Monday, November 26, 2012

Dungeons & Dirigibles

 I know this has been done, but leave it to my DIY nature to reinvent the wheel, I think that's much the nature of the OSR, is reinventing the RPG wheel. While reading Frankenstein I began imagining what D&D, I mean original D&D, would be if Appendix N where composed of Shelley's Frankenstein, Stoker's Dracula, the Jules Verne catalogue and 1001 Arabian Nights.

First, the list of classes would be slightly different. There would be the traditional Fighters but they might be renamed Soldiers and magic users would be heavily focused on alchemy . All clerics would be Christian, Masonic, Muslim or Egyptian. (Gotta throw in the Masonic and Egyptology hooks.) Since Frankenstein is based on a scientist that recreates life, there would have to be a class called Professor, Surgeon or Scientist. (I like Surgeon.) There would have to be a rouge, scoundrel or beggar class and a specialist class that all classes could adopt, we'll call it Adventurer. The Adventurer subclass would allow characters to focus on weapon specialization, fine tuning their profession and/or exploration.

The weapons list would be different too, focusing mainly on cutlasses, rapiers, flint lock firearms, torches and pitchforks.

 Since Frankenstein was the source of these ideas I'll focus a bit more on the Surgeon class. In Shelley's tale, Frankenstein's creation was the central problem or obstacle of the plot. Within the scope of an RPG, the nature or personality of the creation, or Flesh Golems, could be variable.  V. Frankenstein struggled with the moral nature and responsibility of his creation and this wouldn't be the case with all, if any, player characters. The player character surgeons could, possibly, create any number of socially functioning Flesh Golems.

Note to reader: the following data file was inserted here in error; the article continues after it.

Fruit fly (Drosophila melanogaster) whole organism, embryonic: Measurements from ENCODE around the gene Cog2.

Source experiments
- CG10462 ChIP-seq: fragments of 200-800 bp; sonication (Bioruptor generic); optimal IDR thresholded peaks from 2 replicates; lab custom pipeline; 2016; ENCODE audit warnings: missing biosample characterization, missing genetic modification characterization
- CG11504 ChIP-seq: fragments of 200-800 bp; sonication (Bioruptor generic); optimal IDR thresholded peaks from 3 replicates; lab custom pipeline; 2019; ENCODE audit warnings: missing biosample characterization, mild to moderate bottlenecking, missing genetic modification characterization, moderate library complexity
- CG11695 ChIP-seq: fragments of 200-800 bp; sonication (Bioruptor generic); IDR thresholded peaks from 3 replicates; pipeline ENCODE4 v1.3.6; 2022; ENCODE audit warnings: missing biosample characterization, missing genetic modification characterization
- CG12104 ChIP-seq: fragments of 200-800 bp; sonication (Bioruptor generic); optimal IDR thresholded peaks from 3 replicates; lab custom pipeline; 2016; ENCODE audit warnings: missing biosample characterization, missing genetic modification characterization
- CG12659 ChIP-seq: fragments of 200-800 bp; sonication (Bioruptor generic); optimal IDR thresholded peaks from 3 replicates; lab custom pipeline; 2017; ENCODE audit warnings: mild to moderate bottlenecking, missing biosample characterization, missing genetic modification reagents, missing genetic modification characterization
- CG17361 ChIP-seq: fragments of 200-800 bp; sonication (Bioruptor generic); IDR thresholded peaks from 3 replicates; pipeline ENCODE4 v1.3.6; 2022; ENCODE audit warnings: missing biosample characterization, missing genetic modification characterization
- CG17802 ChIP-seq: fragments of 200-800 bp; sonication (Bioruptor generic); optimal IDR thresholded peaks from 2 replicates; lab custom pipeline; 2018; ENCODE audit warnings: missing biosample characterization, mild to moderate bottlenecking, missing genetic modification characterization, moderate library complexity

Now I'm thinking that this idea, which I'll call Dangers & Dirigibles, is most likely to become a set of rules for Encounter Critical. Which brings me to the obvious point that I'm way past any reasonable deadline for producing Phasic issue 5.  To be continued...


  1. Cool point of departure. I've heard that Van Helsing was one of the original inspirations for the cleric class -- or at least its "Turn Undead" ability. I recall some interesting discussions down in the comments here.

    I initially wondered what the "beggar" subclass was all about... then I remembered Marty Feldman's Eye-gor! :-)

    I've never read Bulwer-Lytton's Zanoni, but I think it might fit into this particular Appendix N pretty well, too.

  2. I could have used "servent" just as easily as a subclass for thieves and I try to remember this if I develope this idea further. Thanks for you comments!